Posted in Activities, Math Art, Stop Motion, Tessellations, Transformations


What do you do at the end of the year when students have already turned in their laptops? Tessellations.

This was a great review of transformations and students were able to show their creativity. We learned how to make tessellations that translate, rotate, and reflect and then students could choose which 2 of the 3 they wanted to make pictures with. I loved the A-HA moments when students created their tessellation realizing that the transformation used to create the template was the same transformation they were trying to make.

I created some stop motion animations to help make each type of tessellation.

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Some were simple, some were fancy. All of them were very fun.



Keeping students involved and excited about math at the end of the year with finals and impending summer break is very important. I want students to love math more when they leave my classroom than when they entered. I don’t want to lose them at the end.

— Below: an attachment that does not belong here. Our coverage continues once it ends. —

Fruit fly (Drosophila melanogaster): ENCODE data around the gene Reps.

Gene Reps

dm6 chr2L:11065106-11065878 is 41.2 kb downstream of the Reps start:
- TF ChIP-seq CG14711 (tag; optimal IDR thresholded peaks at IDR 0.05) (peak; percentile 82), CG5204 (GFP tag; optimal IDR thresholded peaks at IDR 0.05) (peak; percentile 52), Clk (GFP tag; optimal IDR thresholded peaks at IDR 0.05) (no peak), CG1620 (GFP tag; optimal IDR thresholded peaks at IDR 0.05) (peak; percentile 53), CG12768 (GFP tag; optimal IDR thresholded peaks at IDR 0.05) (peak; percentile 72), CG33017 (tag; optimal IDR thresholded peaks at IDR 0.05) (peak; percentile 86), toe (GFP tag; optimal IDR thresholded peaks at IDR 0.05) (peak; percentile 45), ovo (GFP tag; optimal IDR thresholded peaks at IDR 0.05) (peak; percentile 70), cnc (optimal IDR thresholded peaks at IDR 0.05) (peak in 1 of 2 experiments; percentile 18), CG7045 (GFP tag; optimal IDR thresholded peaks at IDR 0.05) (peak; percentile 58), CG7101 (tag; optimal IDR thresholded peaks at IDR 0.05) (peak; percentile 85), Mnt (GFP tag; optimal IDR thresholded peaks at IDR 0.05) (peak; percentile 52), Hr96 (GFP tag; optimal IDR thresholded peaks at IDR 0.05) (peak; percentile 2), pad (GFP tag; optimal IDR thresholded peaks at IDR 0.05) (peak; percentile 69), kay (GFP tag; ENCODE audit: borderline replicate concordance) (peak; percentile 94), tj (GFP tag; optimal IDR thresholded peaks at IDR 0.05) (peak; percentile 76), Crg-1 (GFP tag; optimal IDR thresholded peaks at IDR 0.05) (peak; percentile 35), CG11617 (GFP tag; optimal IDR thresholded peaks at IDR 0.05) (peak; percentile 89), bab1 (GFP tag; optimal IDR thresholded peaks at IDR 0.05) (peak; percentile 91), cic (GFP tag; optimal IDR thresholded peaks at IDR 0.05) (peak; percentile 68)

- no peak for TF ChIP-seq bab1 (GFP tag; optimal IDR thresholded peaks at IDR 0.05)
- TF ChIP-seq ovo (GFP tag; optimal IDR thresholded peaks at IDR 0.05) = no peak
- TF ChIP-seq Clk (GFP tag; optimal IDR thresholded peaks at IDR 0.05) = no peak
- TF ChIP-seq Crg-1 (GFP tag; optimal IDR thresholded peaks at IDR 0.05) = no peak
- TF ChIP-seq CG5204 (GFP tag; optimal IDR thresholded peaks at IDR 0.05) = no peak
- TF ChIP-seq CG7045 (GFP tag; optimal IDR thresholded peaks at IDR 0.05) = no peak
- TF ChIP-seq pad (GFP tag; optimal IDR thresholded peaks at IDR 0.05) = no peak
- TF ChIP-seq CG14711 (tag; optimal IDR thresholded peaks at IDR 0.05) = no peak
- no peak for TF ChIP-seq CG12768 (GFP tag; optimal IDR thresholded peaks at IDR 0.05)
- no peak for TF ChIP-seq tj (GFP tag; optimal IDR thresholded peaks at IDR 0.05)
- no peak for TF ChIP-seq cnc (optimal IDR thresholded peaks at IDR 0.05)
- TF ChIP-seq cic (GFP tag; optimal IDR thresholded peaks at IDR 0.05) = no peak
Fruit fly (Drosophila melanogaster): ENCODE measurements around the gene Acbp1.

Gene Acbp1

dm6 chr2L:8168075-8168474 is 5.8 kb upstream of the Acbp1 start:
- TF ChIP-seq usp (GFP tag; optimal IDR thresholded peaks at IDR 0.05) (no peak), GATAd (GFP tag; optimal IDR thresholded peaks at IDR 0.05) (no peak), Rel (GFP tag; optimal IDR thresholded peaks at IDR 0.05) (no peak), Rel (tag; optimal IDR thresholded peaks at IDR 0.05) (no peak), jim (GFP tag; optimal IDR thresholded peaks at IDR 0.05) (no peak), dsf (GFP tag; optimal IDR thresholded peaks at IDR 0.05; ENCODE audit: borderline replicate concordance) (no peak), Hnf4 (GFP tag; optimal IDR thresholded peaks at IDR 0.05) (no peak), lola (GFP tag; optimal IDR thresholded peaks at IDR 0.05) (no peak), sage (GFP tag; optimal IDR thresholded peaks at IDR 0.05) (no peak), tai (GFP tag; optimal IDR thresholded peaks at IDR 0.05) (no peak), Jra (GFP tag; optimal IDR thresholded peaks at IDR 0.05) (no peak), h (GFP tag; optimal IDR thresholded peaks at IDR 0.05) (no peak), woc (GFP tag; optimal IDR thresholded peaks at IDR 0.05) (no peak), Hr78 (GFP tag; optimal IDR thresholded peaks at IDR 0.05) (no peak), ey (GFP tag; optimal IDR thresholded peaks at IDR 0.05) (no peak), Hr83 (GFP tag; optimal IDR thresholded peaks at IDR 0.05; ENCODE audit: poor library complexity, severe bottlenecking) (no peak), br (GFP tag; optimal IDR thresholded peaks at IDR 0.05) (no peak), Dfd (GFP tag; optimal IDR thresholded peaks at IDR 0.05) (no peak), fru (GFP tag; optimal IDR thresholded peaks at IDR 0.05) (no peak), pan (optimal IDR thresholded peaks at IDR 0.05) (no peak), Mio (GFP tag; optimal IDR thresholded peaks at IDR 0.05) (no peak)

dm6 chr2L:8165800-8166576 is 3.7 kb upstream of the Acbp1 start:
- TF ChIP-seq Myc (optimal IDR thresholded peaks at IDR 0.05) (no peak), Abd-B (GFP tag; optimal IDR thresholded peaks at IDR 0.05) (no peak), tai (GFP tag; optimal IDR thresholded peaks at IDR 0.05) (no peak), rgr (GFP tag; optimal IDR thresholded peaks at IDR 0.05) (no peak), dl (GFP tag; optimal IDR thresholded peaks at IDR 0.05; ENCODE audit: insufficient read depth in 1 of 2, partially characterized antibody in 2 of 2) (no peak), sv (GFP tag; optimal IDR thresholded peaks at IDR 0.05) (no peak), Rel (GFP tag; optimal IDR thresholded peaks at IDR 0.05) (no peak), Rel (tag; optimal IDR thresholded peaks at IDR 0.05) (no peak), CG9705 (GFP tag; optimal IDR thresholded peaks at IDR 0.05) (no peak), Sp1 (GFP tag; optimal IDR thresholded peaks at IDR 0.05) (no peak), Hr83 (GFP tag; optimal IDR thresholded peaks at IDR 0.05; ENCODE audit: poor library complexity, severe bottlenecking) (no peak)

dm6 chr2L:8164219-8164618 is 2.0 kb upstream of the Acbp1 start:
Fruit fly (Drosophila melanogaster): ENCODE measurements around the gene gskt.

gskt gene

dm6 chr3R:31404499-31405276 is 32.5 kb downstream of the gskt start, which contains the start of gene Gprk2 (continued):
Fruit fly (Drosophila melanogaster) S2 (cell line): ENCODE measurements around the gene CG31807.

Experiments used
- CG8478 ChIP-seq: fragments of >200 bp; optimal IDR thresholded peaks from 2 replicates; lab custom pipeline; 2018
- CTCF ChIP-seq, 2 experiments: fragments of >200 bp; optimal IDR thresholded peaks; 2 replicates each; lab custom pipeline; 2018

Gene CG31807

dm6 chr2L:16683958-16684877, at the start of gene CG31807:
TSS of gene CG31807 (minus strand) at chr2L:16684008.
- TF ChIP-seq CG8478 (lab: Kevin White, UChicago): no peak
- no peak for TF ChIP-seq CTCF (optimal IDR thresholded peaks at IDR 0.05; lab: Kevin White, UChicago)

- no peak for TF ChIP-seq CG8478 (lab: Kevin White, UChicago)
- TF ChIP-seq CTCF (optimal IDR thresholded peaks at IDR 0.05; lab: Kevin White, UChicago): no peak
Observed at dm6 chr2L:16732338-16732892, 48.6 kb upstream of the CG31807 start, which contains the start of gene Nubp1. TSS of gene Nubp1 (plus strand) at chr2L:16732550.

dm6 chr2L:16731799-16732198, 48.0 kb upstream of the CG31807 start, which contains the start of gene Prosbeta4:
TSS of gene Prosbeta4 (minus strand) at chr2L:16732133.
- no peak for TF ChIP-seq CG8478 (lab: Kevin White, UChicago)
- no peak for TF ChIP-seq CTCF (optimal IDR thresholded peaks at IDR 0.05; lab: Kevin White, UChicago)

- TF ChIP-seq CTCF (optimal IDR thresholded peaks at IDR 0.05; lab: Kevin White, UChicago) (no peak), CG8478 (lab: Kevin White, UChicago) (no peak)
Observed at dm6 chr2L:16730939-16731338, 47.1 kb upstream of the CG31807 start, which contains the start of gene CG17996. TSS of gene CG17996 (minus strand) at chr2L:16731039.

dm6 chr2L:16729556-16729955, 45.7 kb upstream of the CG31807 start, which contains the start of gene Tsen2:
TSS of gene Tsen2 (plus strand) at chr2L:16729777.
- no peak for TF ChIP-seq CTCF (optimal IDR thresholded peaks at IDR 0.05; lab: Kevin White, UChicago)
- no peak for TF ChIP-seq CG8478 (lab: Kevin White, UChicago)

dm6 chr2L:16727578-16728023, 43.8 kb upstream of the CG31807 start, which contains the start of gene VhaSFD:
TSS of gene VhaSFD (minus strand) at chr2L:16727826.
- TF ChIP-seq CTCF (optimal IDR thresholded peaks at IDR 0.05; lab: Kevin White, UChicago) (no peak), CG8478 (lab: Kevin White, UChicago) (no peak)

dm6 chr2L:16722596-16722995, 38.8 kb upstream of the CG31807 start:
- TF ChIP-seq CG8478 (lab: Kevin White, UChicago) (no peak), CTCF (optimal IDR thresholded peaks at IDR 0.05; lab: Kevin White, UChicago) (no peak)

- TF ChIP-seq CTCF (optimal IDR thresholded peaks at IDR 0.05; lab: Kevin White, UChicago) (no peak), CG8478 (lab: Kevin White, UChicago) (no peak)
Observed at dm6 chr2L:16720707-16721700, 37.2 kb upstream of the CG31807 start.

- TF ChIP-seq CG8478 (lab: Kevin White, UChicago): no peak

Posted in Activities, Constructions, Geometry, Math Art

Geometric Jack

I created this project my first year of teaching (we won’t talk about how long ago that was). It used to be a teacher-guided¬†activity, but with the use of technology, it’s now a perseverance activity that meets the Geometry construction standards for constructing an equilateral triangle and regular hexagon. We also have a discussion about the ratio of the circumference¬†to the diameter of a circle when they ask the question, “Why doesn’t this fit exactly?”

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I’ve included a link to the doc with animated gifs to guide the students through construction. Seriously, try to not help them. They can figure this out.

Here’s a small gallery of current and past pumpkins. It really is a fun activity that meets our standards. Our goal is to Make Math Not Suck!

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